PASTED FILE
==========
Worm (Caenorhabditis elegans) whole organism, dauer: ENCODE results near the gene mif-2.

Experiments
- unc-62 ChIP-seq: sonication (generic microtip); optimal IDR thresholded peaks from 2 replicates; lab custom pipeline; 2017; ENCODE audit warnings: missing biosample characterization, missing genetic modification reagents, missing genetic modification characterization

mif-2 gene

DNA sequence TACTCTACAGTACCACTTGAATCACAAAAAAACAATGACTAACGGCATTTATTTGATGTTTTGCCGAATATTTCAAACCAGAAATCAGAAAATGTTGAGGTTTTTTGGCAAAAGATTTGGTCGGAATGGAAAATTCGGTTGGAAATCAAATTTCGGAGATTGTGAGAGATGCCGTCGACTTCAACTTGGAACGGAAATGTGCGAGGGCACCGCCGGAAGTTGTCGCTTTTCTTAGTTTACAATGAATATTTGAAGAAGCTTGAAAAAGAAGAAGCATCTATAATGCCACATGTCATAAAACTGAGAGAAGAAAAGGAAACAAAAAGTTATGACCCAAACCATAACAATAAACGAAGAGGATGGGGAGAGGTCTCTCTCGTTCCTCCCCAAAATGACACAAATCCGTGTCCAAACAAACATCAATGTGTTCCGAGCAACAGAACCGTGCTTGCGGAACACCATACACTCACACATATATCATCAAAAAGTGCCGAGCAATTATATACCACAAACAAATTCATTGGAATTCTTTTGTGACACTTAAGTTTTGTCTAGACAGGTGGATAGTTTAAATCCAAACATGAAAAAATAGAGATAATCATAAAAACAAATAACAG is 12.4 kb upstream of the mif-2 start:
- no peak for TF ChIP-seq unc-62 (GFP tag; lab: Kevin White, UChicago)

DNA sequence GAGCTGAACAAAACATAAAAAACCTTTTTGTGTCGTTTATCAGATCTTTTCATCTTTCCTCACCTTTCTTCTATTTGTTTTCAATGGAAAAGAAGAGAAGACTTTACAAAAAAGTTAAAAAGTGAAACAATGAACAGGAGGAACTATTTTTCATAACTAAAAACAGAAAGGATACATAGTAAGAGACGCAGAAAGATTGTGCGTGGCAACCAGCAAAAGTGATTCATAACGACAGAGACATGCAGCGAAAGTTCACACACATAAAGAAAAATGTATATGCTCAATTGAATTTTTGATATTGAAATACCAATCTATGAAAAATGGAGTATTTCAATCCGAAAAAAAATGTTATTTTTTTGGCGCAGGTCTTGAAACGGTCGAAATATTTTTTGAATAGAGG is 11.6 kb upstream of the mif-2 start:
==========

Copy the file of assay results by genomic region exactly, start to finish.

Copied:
Worm (Caenorhabditis elegans) whole organism, dauer: ENCODE results near the gene mif-2.

Experiments
- unc-62 ChIP-seq: sonication (generic microtip); optimal IDR thresholded peaks from 2 replicates; lab custom pipeline; 2017; ENCODE audit warnings: missing biosample characterization, missing genetic modification reagents, missing genetic modification characterization

mif-2 gene

DNA sequence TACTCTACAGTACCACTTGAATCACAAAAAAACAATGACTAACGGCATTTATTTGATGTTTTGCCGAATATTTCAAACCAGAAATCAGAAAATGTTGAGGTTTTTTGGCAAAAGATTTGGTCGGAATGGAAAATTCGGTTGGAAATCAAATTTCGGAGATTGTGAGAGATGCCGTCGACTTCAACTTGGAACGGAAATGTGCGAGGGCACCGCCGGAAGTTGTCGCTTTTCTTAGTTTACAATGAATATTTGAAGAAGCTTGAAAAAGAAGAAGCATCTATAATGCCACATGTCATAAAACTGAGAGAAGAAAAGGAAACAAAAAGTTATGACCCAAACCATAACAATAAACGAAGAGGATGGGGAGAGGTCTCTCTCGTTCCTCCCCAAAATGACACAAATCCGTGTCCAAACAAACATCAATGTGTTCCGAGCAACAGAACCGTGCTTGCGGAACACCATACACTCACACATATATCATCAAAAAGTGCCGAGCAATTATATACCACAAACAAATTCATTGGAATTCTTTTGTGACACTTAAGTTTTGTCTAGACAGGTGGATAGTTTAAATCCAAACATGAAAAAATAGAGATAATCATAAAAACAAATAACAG is 12.4 kb upstream of the mif-2 start:
- no peak for TF ChIP-seq unc-62 (GFP tag; lab: Kevin White, UChicago)

DNA sequence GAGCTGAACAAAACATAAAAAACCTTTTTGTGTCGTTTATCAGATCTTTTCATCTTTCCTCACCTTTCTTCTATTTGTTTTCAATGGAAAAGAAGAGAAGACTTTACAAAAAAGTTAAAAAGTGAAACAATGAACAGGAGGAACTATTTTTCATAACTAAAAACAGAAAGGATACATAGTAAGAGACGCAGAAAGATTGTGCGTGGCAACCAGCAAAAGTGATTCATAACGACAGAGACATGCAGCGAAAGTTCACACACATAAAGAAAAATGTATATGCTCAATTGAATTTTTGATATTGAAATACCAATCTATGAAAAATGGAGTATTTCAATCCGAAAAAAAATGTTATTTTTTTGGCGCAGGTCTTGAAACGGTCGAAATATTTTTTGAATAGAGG is 11.6 kb upstream of the mif-2 start: